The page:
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While in London, my wife and I visited the Victoria and Albert Museum (one of the most underrated museums in the world). At my wife’s behest, we made straight for an exhibit displaying the history of world jewelry. The earliest jewelry had been crafted in 1500 BCE. As we moved down the timeline, the jewelry became more and more sophisticated, following newly-developed rules – until we reached the 1960s. At that point, the jewelry began to regress in complexity and craftsmanship, to the point that when we reached modern jewelry, it looked substantially like the jewelry from 1500 BCE.
The same has held true in painting. Take a look at the difference between Da Vinci and Caravaggio and it’s easy to see the progression. Follow the line forward and the art becomes more and more realistic. With the invention of the camera, realism in art became secondary to emotion; artists responded by embracing the passionate imagism of Renoir and Monet. But with the rules beginning to come apart at the seams, it was a short road from Monet to Jackson Pollock, and from Pollock to the nonsense you see on museum walls that look identical to finger-painting on your fridge.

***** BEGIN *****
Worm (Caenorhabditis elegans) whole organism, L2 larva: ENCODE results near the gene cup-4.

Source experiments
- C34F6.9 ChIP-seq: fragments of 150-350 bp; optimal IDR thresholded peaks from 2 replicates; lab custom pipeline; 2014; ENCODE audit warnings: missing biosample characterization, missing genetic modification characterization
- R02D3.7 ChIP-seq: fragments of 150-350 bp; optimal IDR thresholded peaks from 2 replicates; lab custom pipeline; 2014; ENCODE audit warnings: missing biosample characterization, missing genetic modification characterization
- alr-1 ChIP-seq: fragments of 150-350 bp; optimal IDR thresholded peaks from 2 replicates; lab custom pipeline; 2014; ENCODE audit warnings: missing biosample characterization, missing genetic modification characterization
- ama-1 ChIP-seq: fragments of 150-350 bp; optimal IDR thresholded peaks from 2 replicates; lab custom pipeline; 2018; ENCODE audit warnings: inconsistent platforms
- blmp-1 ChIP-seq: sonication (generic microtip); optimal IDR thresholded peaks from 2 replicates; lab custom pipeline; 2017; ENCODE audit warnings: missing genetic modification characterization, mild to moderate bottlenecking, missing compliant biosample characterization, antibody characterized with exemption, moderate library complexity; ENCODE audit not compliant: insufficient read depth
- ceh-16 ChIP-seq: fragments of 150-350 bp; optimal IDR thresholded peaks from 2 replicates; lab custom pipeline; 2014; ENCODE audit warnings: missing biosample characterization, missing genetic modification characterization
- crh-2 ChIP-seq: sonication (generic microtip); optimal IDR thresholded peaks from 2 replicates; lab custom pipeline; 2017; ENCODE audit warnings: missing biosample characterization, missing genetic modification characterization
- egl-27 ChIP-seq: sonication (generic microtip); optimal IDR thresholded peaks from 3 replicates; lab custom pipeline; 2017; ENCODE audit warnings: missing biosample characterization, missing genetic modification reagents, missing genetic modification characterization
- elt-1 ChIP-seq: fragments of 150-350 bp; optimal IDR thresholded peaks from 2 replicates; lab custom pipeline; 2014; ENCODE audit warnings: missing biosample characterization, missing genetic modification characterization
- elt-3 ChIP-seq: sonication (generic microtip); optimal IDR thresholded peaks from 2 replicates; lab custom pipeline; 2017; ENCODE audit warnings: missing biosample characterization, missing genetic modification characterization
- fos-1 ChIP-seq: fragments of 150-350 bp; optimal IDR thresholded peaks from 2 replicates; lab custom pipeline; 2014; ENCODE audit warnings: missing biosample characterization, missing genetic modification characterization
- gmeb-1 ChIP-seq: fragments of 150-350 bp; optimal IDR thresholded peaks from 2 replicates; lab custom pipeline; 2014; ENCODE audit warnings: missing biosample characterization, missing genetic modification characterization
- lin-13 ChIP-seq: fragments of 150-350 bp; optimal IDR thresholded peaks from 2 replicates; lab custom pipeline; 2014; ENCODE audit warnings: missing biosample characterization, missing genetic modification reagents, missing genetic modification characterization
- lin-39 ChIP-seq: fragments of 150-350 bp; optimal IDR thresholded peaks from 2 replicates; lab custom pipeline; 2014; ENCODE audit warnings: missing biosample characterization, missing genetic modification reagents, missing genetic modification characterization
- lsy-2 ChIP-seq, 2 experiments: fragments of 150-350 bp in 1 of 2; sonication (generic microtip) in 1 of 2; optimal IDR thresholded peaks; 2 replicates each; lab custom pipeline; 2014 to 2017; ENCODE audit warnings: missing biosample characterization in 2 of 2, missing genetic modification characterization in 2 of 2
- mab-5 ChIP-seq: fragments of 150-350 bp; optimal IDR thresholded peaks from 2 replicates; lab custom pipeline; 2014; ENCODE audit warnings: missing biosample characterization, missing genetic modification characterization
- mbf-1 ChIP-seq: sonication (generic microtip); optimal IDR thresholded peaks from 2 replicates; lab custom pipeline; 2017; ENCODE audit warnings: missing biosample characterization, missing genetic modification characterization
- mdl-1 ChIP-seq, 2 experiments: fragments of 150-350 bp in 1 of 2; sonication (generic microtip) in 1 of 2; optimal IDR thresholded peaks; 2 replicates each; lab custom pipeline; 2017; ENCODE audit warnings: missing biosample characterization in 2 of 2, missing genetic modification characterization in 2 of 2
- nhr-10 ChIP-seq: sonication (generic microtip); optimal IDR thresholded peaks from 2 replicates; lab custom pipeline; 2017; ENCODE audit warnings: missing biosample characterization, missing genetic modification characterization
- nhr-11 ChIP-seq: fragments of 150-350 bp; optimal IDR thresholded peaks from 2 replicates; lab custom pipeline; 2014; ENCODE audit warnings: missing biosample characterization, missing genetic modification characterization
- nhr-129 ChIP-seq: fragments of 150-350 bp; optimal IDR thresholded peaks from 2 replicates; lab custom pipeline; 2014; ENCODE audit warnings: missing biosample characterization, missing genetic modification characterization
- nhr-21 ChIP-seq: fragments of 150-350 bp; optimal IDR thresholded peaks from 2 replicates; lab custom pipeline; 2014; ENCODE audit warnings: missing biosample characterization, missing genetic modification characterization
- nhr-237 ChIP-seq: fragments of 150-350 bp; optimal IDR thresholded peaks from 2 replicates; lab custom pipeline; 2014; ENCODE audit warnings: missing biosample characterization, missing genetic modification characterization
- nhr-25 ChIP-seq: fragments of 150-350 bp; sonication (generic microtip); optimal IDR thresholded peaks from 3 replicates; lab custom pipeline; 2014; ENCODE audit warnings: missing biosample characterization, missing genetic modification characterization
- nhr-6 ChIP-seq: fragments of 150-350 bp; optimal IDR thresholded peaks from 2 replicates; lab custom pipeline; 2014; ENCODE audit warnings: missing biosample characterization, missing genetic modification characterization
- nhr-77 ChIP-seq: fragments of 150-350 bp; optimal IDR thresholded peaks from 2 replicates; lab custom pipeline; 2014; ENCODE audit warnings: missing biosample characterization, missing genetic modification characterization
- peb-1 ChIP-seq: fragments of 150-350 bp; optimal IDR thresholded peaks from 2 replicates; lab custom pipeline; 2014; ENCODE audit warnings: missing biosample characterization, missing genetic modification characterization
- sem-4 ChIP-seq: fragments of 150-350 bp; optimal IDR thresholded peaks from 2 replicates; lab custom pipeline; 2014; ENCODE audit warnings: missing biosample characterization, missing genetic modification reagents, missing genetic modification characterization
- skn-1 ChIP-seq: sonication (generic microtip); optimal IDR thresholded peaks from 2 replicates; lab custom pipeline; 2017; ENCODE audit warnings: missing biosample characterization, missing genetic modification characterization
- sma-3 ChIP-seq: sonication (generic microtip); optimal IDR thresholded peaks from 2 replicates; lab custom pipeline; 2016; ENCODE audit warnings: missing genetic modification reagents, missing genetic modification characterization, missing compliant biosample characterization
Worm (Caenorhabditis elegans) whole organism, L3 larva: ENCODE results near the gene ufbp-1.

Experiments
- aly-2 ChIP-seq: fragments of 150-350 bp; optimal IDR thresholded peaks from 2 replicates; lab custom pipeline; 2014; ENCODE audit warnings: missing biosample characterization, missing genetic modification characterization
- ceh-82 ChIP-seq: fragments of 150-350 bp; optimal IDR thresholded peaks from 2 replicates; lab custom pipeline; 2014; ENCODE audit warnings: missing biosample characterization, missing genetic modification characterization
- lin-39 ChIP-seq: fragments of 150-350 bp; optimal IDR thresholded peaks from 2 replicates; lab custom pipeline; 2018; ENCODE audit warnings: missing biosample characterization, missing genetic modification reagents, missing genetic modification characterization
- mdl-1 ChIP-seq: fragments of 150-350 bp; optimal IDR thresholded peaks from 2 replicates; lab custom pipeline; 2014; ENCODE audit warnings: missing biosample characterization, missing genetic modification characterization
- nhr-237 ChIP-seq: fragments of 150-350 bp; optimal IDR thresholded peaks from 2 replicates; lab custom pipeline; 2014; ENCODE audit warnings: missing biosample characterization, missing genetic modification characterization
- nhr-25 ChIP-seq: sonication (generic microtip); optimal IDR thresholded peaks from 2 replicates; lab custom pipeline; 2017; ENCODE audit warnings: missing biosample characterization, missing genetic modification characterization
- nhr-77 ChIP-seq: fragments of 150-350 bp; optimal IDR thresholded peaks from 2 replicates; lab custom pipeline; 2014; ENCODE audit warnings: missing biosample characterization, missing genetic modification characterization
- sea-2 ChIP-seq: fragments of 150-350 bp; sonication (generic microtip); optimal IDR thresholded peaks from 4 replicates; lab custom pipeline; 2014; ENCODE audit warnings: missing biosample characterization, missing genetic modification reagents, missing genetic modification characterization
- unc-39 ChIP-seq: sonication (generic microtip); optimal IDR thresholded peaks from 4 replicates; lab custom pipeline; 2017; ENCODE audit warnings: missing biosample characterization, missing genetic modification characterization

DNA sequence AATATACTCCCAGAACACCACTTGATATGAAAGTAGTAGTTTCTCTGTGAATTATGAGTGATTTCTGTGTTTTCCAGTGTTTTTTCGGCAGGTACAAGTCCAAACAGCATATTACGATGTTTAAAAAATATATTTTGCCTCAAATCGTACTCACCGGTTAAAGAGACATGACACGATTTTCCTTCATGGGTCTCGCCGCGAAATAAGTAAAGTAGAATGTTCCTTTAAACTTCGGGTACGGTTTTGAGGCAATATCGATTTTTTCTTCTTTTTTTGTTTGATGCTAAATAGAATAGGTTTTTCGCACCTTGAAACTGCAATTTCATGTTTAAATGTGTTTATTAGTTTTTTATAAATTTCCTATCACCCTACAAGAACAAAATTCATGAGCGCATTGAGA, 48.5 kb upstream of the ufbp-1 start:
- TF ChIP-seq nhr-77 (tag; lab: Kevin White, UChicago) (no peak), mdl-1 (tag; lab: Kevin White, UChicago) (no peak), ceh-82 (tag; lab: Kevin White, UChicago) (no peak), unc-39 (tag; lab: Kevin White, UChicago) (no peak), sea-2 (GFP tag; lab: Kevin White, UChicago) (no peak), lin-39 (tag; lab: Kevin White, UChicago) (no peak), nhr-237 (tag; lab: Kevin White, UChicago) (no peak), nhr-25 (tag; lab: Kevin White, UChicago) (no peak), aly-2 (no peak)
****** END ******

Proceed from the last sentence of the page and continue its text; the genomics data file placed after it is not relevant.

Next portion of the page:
Craftsmanship is no longer a mark of value. It’s the “sense of the thing” that matters these days. How difficult would it be for Hollywood to hire a few grammar-checkers on its scripts? Yet how many movies have you seen where someone screws up third-grade rules like when to use “me” and “I”? Why are teenagers and forty-year-olds reading the same books? Because literature has bifurcated into rule-breaking impressionism like Dom DeLillo or Salman Rushdie and clear storytelling with cliché-ridden language like J.K. Rowling or Stephen King (literary critic Harold Bloom rightly slammed King as “an immensely inadequate writer on a sentence-by-sentence, paragraph-by-paragraph, book-by-book basis”). And the temptation for adults is to treat Rowling or King like real literature, since they’re spending so much time reading it. Do adults really want to admit browsing through the bookshelf right next to Encyclopedia Brown or Danielle Steele?
The evocative and the provocative have replaced the polished and the skillful. And eventually, evocative and provocative are no longer interesting. In a world with no rules, there are no rules to break. Everything becomes “art.” And when everything is art, nothing is art. It’s drek.
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